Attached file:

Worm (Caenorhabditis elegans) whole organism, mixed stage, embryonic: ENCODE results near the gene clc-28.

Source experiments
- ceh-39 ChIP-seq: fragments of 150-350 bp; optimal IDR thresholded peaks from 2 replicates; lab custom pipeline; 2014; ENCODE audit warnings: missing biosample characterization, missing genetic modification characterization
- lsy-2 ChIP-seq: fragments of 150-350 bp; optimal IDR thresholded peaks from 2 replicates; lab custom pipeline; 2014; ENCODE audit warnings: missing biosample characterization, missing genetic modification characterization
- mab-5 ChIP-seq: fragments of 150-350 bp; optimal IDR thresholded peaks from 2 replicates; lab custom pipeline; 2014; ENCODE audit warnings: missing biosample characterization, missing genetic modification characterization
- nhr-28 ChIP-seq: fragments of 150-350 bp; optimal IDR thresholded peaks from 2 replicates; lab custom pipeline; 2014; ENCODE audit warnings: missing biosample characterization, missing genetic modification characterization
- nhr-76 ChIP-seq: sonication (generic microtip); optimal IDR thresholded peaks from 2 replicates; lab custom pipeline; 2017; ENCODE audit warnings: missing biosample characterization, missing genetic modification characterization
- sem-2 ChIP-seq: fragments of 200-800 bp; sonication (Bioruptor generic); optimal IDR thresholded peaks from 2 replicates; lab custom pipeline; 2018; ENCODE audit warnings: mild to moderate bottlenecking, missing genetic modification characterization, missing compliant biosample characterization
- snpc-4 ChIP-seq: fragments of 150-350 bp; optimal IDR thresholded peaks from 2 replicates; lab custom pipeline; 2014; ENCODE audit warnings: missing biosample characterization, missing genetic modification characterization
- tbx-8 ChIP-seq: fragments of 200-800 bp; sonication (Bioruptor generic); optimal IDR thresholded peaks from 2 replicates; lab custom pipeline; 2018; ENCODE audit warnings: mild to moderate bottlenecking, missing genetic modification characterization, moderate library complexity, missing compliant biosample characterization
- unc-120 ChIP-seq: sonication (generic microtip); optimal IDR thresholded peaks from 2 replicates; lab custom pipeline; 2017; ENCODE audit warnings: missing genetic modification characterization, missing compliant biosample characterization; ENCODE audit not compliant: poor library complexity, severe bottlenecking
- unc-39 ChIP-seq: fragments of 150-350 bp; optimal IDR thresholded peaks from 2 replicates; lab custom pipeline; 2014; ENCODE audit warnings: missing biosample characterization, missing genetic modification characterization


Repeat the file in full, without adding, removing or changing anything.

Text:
Worm (Caenorhabditis elegans) whole organism, mixed stage, embryonic: ENCODE results near the gene clc-28.

Source experiments
- ceh-39 ChIP-seq: fragments of 150-350 bp; optimal IDR thresholded peaks from 2 replicates; lab custom pipeline; 2014; ENCODE audit warnings: missing biosample characterization, missing genetic modification characterization
- lsy-2 ChIP-seq: fragments of 150-350 bp; optimal IDR thresholded peaks from 2 replicates; lab custom pipeline; 2014; ENCODE audit warnings: missing biosample characterization, missing genetic modification characterization
- mab-5 ChIP-seq: fragments of 150-350 bp; optimal IDR thresholded peaks from 2 replicates; lab custom pipeline; 2014; ENCODE audit warnings: missing biosample characterization, missing genetic modification characterization
- nhr-28 ChIP-seq: fragments of 150-350 bp; optimal IDR thresholded peaks from 2 replicates; lab custom pipeline; 2014; ENCODE audit warnings: missing biosample characterization, missing genetic modification characterization
- nhr-76 ChIP-seq: sonication (generic microtip); optimal IDR thresholded peaks from 2 replicates; lab custom pipeline; 2017; ENCODE audit warnings: missing biosample characterization, missing genetic modification characterization
- sem-2 ChIP-seq: fragments of 200-800 bp; sonication (Bioruptor generic); optimal IDR thresholded peaks from 2 replicates; lab custom pipeline; 2018; ENCODE audit warnings: mild to moderate bottlenecking, missing genetic modification characterization, missing compliant biosample characterization
- snpc-4 ChIP-seq: fragments of 150-350 bp; optimal IDR thresholded peaks from 2 replicates; lab custom pipeline; 2014; ENCODE audit warnings: missing biosample characterization, missing genetic modification characterization
- tbx-8 ChIP-seq: fragments of 200-800 bp; sonication (Bioruptor generic); optimal IDR thresholded peaks from 2 replicates; lab custom pipeline; 2018; ENCODE audit warnings: mild to moderate bottlenecking, missing genetic modification characterization, moderate library complexity, missing compliant biosample characterization
- unc-120 ChIP-seq: sonication (generic microtip); optimal IDR thresholded peaks from 2 replicates; lab custom pipeline; 2017; ENCODE audit warnings: missing genetic modification characterization, missing compliant biosample characterization; ENCODE audit not compliant: poor library complexity, severe bottlenecking
- unc-39 ChIP-seq: fragments of 150-350 bp; optimal IDR thresholded peaks from 2 replicates; lab custom pipeline; 2014; ENCODE audit warnings: missing biosample characterization, missing genetic modification characterization